josch josch - 3 months ago 15
Linux Question

Executing mount system call from perl

How can the

mount
system call be done from perl? The following:

$ret = syscall(&SYS_mount, "/proc", "/path/to/my/mount/point", 0, 0, 0);


results in:

Modification of a read-only value attempted at ...


I cannot call the
mount
program using
system
because I need to make a
mount()
system call that the
mount
program doesn't seem to be capable of. More specifically, I need to call:

mount("/proc", "/path/to/my/mpoint/point", NULL, MS_REC|MS_PRIVATE|MS_BIND, NULL);


But if I try to run the following with an unprivileged unshared mount linux namespace:

mount --make-rprivate --bind /proc /path/to/my/mountpoint


Then I get the following error:

mount: wrong fs type, bad option, bad superblock on /proc,
missing codepage or helper program, or other error

In some cases useful info is found in syslog - try
dmesg | tail or so.


Using
strace
reveals that what the
mount
program actually does is to call:

mount("/proc", "/path/to/my/mountpoint", ..., MS_MGC_VAL|MS_BIND, NULL);
mount("none", "/path/to/my/mointpoint", NULL, MS_REC|MS_PRIVATE, NULL);


But this splitting of options does not work. I need
MS_BIND
and
MS_REC|MS_PRIVATE
in a single call to the
mount
system call for it to work in an unprivileged unshared mount namespace.

So how can I do my initial system call in perl without the error message about an attempt of a modification of a read-only value?

edit:

Thankfully ikegami was quick to point out what i did wrong when trying to use perl's
syscall
function but in case somebody finds this when searching for how to bind mount a directory from within an unprivileged mount namespace with just the
mount
command line utility, here is how:

mount --rbind /proc /path/to/my/mountpoint


This in turn will call the following syscall internally:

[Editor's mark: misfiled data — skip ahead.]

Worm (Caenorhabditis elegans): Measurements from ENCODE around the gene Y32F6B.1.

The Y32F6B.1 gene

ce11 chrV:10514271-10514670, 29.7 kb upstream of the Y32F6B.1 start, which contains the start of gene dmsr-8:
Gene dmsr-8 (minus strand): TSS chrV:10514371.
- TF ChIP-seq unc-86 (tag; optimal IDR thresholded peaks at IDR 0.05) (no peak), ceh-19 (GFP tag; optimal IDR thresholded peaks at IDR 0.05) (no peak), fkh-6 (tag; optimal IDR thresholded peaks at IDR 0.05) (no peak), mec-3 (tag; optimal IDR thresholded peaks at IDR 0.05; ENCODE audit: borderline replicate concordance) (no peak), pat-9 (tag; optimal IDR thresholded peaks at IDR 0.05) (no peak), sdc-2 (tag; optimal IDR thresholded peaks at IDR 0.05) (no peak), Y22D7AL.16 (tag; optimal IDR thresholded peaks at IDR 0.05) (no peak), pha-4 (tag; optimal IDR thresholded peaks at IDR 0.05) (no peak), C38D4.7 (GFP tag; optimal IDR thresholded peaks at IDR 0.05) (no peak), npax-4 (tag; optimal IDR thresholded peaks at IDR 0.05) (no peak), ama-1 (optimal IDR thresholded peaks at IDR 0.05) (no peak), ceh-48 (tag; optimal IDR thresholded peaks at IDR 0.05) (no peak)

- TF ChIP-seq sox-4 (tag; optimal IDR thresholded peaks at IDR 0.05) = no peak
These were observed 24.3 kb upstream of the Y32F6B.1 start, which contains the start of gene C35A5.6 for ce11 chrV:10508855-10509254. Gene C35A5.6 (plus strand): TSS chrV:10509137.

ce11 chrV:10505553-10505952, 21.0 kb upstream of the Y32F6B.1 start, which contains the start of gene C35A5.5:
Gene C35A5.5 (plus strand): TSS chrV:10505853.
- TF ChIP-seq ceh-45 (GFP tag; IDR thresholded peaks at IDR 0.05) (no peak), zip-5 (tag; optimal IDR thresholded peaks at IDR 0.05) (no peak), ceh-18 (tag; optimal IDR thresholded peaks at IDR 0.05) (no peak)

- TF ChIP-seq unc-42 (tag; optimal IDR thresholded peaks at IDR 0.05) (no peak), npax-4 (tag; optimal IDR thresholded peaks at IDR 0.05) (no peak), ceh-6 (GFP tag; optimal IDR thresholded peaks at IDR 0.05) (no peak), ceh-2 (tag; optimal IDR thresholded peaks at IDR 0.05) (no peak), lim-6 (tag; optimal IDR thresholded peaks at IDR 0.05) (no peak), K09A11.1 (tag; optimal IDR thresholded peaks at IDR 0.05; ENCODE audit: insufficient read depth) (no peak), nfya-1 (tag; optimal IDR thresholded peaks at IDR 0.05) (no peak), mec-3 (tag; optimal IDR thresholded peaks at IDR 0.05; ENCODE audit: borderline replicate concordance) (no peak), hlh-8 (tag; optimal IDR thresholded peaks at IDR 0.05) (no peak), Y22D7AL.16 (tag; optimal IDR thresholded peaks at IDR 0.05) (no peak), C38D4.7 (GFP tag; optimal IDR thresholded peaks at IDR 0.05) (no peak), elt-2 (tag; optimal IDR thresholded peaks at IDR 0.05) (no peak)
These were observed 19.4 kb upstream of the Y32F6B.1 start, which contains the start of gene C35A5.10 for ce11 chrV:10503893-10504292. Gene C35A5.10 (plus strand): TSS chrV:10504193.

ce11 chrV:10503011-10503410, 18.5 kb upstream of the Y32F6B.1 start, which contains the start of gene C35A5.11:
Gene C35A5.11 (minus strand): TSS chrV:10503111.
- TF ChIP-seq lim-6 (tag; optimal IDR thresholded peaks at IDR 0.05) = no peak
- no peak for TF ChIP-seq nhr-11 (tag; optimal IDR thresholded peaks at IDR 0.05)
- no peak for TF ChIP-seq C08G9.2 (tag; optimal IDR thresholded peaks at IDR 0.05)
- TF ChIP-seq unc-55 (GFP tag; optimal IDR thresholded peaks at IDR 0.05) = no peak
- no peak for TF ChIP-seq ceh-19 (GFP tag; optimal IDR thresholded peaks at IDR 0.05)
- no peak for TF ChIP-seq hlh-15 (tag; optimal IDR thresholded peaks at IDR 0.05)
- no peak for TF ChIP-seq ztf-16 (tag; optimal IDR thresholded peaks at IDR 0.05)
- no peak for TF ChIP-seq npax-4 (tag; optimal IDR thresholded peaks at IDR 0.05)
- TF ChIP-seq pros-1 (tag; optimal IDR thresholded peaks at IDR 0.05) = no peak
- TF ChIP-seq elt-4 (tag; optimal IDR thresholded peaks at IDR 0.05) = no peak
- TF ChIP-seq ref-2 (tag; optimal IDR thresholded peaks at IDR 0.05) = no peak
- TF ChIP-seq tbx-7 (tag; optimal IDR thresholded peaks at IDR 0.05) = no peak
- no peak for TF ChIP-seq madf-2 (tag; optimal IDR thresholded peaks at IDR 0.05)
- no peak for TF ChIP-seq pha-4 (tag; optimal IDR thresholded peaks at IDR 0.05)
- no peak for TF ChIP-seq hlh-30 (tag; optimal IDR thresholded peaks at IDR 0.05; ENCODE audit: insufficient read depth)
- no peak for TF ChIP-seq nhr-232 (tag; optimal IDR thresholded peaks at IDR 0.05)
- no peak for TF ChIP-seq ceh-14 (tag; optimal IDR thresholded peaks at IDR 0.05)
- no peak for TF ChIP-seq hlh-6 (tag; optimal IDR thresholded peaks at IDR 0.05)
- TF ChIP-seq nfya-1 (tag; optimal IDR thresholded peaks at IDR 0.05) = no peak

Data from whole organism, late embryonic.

mount("proc", "/path/to/my/mountpoint", ..., MS_MGC_VAL|MS_BIND|MS_REC, 0);


The
MS_MGC_VAL
flag just seems to be for backwards compatibility with kernel versions prior to 2.4. The important bits are
MS_BIND
(for doing the bind mounting itself) and
MS_REC
(for doing it recursively so that directories that have their content hidden by other mounts being done into them do not have their content exposed in the mount namespace).

So now I have to decide whether I go with a perl
system
function call or just do the
mount
systemcall because both work just as well :)

Answer

syscall refuses to pass a pointer to the string buffer of a constant since it has no idea if the argument is char * or const char *.

You can't use a string literal (or other read-only string) as an argument to syscall because Perl has to assume that any string pointer might be written through

The solution is simple. Just copy the constant into a variable first.

my $ret = syscall(&SYS_mount, my $s="/proc", my $t="/path/to/my/mount/point", 0, 0, 0);

Test:

$ perl -E'
   require "syscall.ph";
   my $ret = syscall(&SYS_mount, "/proc", "/path/to/my/mount/point", 0, 0, 0);
   say $ret;
'
Modification of a read-only value attempted at -e line 3.

$ perl -E'
   require "syscall.ph";
   my $ret = syscall(&SYS_mount, my $s="/proc", my $t="/path/to/my/mount/point", 0, 0, 0);
   say $ret;
'
-1

$ strace perl -e'
   require "syscall.ph";
   syscall(&SYS_mount, my $s="/proc", my $t="/path/to/my/mount/point", 0, 0, 0);
' 2>&1 | grep mount
mount("/proc", "/path/to/my/mount/point", NULL, 0, NULL) = -1 ENOENT (No such file or directory)